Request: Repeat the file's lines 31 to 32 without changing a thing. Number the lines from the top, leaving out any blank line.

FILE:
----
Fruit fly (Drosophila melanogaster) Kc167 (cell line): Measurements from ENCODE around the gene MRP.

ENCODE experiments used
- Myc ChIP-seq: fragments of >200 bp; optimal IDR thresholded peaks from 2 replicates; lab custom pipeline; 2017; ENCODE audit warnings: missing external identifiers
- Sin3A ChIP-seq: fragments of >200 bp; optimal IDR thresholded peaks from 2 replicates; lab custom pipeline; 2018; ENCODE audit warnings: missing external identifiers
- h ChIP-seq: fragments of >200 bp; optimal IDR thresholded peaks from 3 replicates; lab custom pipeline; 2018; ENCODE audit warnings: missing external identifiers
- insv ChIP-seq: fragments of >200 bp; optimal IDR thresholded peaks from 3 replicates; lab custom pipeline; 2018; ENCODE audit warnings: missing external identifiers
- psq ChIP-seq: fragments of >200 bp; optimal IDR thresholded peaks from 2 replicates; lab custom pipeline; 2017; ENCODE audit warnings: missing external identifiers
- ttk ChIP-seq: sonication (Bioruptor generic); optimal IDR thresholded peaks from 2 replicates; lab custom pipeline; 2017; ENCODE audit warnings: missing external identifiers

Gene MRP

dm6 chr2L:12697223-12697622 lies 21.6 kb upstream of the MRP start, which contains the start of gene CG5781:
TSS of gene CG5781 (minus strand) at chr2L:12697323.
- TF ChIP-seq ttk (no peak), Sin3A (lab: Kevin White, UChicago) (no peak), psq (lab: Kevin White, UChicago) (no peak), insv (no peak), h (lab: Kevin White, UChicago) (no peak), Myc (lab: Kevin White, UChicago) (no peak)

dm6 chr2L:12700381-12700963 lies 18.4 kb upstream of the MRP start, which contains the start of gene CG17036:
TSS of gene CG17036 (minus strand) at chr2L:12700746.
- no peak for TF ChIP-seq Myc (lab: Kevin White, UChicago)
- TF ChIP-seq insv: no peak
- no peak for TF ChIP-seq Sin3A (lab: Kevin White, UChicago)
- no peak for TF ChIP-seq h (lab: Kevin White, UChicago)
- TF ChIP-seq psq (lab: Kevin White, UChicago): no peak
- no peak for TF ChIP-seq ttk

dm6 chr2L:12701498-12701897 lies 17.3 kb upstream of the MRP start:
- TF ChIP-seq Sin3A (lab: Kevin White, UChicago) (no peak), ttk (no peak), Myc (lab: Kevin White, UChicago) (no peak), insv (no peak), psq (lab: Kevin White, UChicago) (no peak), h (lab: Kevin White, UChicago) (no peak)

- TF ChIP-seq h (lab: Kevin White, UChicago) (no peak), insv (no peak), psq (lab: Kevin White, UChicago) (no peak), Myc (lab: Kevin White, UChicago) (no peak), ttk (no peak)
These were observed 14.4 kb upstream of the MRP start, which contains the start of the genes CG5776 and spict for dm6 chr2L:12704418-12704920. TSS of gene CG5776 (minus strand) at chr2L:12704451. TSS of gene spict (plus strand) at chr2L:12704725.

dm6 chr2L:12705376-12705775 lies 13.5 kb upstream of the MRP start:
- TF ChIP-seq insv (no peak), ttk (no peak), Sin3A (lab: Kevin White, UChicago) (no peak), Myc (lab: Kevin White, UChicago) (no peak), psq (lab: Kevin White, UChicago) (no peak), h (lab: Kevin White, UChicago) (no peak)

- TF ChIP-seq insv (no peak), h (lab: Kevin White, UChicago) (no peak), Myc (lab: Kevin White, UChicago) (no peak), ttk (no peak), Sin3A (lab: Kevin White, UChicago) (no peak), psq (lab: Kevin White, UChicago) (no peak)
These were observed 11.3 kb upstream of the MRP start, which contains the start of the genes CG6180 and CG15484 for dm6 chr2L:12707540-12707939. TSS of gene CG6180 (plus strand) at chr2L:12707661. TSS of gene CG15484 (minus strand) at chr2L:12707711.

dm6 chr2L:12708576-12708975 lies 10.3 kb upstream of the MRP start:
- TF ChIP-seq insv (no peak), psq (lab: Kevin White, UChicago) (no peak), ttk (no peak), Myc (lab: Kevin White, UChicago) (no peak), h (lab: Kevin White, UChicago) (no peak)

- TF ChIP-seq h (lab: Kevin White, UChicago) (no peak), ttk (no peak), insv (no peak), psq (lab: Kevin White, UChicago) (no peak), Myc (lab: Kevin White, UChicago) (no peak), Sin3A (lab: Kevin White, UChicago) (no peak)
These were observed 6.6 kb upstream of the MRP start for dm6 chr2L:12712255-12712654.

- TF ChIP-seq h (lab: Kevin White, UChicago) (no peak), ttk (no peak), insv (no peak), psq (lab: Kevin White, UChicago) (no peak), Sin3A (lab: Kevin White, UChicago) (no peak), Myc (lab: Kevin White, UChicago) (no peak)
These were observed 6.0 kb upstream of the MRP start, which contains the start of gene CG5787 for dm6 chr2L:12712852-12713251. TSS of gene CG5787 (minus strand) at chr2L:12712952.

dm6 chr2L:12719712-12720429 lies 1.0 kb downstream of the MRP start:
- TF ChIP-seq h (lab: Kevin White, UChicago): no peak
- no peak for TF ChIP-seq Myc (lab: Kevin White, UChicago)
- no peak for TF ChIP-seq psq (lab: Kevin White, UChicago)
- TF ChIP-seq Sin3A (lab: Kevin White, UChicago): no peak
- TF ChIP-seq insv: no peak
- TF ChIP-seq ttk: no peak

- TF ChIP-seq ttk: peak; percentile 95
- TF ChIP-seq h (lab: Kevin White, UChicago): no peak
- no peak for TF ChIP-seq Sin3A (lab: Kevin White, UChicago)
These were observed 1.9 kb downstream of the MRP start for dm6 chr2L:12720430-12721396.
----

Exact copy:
- TF ChIP-seq h (lab: Kevin White, UChicago) (no peak), ttk (no peak), insv (no peak), psq (lab: Kevin White, UChicago) (no peak), Myc (lab: Kevin White, UChicago) (no peak), Sin3A (lab: Kevin White, UChicago) (no peak)
These were observed 6.6 kb upstream of the MRP start for dm6 chr2L:12712255-12712654.